Irenic, Inclusive, and Incarnational Theology
A Feature Review of
The Church of Us vs. Them:
Freedom from a Faith That Feeds on Making Enemies
Hardcover: Brazos Press, 2019
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Reviewed by Leroy Seat
that introduce this book!
Seminary professor and pastor David Fitch is the author of several books, including The End of Evangelicalism? Discerning a New Faithfulness for Mission (2011). An ordained pastor with the Christian Missionary Alliance, Fitch is currently the Betty R. Lindner Chair of Evangelical Theology at Northern Seminary in Chicago. In addition, he was the founding pastor of Life on the Vine Christian Community and is presently one of the co-pastors at Peace of Christ Church (both churches in the suburbs of Chicago).
As has been widely recognized—and aggravated as well as criticized by both the secular and religious news media—a “culture war” has raged in the U.S. between the conservatives and the liberals, the Right and the Left, for more than three decades now. In Christian circles, that culture war has been supported by fundamentalists or conservative evangelicals on one side and a wide array of “moderates” or “liberals” on the other side. Both camps have seen the conflict as a struggle between “us” (the correct/righteous ones) and “them” (the wrong/ungodly ones).
Even though Fitch is clearly on the evangelical side of the spectrum, the side that has, arguably, been the more “militant” in provoking the cultural/religious “war” in recent decades, his book is remarkably irenic and offers many thought-provoking suggestions on the way Christians can move, together, beyond the either/or, us/them stance that has produced so much ill will and animosity on various levels.
This reviewer has written books on both Christian fundamentalism and Christian liberalism and has called for the formation of a “radiant center” between fundamentalism on the right and extreme liberalism on the left. What author Fitch presents throughout this book positively promotes the kind of radiant center envisioned.
Fitch begins his book with the words, “We’re living in angry times.” That is one reason the label “cultural war” has been aptly used. People are angry for various reasons—and often blame those with views differing from their own as the reason they have for being angry. Unfortunately, many people in the Church are angry also, and that anger often extends to Christians who have a different view on various matters related to the faith—or to the faith’s relation to various social/ethical issues. People on both “sides” (the Right and the Left) are caught up in that mutual antagonism—and that is the type of us vs. them mentality that Fitch seeks to overcome.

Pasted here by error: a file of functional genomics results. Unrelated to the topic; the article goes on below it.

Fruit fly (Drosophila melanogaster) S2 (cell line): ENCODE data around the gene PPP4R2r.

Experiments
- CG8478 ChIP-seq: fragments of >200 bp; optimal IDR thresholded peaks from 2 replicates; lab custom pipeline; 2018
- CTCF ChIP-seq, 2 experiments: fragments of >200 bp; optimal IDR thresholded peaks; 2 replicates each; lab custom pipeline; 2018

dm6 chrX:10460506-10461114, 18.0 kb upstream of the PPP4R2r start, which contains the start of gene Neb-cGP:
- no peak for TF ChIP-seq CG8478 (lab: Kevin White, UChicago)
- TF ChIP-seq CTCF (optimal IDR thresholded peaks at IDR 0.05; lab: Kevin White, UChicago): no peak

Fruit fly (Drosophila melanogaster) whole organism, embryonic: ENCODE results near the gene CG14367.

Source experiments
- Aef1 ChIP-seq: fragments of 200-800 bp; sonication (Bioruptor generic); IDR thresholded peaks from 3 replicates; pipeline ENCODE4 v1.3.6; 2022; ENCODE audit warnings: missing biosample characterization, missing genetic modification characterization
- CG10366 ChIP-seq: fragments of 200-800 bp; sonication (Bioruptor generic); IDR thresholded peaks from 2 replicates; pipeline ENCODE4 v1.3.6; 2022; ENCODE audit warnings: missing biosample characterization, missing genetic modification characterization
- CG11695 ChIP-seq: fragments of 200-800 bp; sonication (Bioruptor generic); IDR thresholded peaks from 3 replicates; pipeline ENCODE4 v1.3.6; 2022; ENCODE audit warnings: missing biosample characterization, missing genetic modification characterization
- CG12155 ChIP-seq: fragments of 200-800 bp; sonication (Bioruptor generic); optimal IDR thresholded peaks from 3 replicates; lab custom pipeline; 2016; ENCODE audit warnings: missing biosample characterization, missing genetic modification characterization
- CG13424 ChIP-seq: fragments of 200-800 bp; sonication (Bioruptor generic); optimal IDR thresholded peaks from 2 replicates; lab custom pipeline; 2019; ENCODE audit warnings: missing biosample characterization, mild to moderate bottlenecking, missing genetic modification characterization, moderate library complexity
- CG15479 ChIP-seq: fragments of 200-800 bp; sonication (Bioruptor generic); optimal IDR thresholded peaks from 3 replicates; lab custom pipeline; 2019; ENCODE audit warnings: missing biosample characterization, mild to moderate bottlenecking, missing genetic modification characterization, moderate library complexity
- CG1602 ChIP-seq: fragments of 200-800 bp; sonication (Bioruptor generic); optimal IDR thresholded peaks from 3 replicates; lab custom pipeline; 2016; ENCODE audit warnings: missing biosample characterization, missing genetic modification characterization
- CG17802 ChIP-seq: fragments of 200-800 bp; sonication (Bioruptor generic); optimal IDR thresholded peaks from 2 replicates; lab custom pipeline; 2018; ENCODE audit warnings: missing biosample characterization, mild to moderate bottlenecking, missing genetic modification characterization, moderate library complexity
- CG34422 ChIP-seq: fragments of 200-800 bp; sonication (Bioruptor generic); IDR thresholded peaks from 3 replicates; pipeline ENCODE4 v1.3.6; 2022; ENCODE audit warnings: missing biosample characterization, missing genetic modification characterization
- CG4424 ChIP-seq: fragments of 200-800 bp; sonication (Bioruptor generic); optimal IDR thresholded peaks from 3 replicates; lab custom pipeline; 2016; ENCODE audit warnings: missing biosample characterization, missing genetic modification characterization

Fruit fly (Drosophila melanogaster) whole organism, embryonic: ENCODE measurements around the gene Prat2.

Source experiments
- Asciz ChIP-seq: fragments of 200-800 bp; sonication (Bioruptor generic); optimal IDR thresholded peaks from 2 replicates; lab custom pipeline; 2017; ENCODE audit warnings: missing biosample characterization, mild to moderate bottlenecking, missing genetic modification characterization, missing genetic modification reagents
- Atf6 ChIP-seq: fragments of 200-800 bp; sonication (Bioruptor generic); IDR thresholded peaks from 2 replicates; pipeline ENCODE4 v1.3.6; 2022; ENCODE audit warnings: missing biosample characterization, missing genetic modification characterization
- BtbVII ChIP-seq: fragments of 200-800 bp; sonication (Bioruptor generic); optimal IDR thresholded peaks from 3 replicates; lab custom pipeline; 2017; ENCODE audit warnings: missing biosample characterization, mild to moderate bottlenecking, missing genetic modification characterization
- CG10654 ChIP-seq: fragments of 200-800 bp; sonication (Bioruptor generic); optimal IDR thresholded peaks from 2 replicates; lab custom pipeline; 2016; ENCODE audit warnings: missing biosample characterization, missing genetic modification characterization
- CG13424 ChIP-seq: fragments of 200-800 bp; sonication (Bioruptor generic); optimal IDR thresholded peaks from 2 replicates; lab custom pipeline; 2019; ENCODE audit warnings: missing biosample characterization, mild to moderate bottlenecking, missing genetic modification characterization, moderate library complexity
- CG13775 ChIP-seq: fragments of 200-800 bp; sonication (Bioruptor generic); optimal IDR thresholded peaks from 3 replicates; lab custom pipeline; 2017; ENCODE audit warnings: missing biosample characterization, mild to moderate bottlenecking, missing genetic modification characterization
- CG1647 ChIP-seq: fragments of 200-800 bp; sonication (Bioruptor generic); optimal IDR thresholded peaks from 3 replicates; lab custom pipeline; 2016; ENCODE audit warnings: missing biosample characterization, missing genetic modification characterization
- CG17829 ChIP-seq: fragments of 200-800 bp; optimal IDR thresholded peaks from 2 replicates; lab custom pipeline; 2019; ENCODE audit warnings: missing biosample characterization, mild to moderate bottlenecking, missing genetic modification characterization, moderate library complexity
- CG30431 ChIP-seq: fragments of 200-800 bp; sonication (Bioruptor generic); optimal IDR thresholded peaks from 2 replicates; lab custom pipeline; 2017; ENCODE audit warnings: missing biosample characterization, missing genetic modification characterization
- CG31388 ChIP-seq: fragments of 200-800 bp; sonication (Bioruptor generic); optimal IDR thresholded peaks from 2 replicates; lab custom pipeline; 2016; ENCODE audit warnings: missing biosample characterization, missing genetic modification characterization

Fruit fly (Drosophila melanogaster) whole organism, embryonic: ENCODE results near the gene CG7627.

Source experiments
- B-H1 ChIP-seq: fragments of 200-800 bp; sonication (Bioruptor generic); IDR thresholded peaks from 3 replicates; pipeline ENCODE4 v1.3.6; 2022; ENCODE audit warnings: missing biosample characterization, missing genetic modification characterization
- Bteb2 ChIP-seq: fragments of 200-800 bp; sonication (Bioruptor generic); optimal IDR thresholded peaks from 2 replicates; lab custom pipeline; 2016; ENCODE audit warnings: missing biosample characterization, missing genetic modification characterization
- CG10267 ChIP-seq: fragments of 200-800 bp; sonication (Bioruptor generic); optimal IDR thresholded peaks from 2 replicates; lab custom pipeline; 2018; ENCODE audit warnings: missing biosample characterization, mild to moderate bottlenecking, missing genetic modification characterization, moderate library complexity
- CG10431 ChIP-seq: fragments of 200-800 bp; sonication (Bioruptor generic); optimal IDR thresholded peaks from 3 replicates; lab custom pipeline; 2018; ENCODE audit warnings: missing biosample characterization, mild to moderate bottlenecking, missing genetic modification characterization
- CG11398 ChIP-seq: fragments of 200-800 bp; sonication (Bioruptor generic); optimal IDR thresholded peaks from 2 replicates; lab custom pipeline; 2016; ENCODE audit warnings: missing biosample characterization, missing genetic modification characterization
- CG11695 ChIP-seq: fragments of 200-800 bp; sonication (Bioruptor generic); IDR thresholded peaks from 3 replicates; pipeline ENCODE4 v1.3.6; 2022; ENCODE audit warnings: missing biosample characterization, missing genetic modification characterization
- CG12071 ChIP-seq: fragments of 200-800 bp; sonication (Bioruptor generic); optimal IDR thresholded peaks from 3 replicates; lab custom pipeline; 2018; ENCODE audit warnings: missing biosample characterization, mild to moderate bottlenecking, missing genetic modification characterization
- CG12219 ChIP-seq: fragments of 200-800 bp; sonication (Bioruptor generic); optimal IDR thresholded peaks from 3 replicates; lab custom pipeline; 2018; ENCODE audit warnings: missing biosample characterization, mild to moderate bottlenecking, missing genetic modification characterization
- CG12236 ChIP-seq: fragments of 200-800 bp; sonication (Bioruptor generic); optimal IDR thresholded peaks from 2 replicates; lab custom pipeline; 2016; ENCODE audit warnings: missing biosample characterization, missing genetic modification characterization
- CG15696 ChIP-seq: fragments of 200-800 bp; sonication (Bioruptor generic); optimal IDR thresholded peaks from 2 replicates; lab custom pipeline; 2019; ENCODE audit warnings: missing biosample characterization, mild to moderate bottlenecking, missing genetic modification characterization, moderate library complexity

He writes in the Introduction: “I aim to push us to go beyond this space of antagonism to a space I’d like to describe as ‘beyond enemies’” (10). The underlying reason for his pushing in that direction is that of helping the Church fulfill its mission, which is “to bring the gospel of Christ’s kingdom to our culture” (13).
After writing more about “the strife among us” in the first chapter, “The Enemy-Making Machine” is the title of the second chapter. Here Fitch introduces the role of banners in the development of the enemy-making machine. When what begins as a statement of distinctiveness becomes a banner, it usually becomes something that distinguishes “us” from “them” and that, consequently, becomes the basis for varying degrees of antipathy. That is the way “banners create enemies” (33).